According to diverse indices of political performance, the Middle East is the world's least free region. Some believe that it is Islam that hinders liberalization. Others retort that Islam cannot be a factor because the region is no longer governed under Islamic law. This book by Timur Kuran, author of the influential Long Divergence, explores the lasting political effects of the Middle East's lengthy exposure to Islamic law. It identifies several channels through which Islamic institutions, both defunct and still active, have limited the expansion of basic freedoms under political regimes of all stripes: secular dictatorships, electoral democracies, monarchies legitimated through Islam, and theocracies. Kuran suggests that Islam's rich history carries within it the seeds of liberalization on many fronts; and that the Middle East has already established certain prerequisites for a liberal order. But there is no quick fix for the region's prevailing record of human freedoms.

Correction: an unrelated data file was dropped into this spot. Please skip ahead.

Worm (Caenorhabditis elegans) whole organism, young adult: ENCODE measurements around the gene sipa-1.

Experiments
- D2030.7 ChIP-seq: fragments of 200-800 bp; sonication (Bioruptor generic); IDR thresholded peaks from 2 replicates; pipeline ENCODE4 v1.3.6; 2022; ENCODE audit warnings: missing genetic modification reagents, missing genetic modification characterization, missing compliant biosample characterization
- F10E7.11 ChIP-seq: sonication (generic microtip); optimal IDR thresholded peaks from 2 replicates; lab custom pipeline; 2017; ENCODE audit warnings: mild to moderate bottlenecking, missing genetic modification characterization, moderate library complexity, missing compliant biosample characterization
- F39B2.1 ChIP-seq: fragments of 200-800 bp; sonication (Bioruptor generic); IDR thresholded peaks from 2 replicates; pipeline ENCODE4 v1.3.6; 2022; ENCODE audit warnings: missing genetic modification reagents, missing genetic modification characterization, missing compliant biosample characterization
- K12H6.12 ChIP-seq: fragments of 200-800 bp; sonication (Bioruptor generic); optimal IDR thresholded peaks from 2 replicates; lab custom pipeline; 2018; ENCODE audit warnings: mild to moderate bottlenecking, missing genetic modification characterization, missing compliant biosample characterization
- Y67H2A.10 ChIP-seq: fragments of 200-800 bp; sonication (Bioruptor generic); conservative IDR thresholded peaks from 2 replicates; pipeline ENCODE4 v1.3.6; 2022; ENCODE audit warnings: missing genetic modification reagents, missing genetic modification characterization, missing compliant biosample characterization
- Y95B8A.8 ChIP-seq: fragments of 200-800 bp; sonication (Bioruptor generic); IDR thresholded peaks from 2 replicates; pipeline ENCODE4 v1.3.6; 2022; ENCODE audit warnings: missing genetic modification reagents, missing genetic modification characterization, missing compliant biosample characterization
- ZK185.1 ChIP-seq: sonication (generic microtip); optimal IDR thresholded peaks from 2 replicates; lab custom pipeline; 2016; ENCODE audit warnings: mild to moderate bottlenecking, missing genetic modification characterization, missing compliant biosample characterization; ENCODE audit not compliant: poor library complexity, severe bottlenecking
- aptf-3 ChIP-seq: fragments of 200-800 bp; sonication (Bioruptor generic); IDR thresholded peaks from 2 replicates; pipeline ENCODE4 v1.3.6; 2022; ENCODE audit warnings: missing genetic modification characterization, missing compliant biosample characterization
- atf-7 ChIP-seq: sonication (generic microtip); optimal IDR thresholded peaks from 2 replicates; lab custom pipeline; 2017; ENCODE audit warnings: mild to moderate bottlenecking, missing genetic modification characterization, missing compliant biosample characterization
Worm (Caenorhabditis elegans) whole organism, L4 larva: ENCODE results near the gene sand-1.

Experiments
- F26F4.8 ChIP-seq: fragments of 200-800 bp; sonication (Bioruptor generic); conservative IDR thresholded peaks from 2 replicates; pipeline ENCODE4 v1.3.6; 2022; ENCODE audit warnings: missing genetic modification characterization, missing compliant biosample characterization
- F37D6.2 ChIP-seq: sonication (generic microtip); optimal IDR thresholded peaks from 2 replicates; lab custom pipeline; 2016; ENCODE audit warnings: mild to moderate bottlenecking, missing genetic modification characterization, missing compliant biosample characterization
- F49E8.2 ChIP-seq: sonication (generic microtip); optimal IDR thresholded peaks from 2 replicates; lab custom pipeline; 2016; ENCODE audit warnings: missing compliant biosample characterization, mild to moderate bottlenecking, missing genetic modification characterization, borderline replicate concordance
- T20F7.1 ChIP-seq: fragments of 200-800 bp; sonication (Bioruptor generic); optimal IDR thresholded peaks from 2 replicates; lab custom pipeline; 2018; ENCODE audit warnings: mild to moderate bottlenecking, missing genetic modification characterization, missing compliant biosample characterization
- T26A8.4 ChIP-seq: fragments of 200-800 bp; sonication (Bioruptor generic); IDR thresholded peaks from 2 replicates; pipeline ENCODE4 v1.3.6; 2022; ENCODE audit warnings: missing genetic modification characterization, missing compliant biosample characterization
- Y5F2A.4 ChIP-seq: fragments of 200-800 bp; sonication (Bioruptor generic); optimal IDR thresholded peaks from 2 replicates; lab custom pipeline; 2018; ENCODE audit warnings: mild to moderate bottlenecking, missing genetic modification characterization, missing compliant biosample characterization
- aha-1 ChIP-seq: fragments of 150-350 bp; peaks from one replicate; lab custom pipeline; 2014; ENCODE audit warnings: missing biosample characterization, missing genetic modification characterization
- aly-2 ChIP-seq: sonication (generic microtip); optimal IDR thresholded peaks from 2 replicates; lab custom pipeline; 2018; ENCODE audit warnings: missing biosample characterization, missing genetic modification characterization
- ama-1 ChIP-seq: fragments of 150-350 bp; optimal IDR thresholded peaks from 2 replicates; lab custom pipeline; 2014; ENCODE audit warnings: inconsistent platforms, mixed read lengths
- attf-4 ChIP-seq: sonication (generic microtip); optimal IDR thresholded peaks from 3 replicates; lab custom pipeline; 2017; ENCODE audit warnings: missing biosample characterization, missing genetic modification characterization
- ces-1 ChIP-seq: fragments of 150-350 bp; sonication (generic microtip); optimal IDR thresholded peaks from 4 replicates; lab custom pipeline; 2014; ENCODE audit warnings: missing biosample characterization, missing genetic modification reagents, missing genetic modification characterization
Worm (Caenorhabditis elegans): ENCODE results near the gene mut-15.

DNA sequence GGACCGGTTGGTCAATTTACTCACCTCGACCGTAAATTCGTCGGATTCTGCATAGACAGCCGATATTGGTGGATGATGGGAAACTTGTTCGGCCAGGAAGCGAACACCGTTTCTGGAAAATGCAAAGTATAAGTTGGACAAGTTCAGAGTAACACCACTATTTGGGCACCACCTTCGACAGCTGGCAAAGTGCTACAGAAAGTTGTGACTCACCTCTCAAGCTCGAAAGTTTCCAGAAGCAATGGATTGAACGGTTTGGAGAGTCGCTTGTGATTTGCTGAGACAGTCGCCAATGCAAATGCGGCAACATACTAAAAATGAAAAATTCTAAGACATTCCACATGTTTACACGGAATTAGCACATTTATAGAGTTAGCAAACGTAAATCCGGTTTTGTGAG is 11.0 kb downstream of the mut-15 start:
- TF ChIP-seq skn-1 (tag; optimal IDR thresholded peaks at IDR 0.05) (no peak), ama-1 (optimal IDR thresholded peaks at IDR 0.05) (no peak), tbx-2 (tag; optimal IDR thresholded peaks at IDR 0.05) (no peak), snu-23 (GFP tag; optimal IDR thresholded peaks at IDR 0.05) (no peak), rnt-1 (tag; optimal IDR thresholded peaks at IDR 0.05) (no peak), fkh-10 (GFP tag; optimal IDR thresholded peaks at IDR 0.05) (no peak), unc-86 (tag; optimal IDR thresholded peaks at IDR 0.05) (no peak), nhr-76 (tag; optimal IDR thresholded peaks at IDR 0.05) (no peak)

Richard A. Nielsen - MIT
James A. Robinson - University of Chicago
Lisa Blaydes - Stanford University
Mustafa Akyol - Senior Fellow at the Cato Institute
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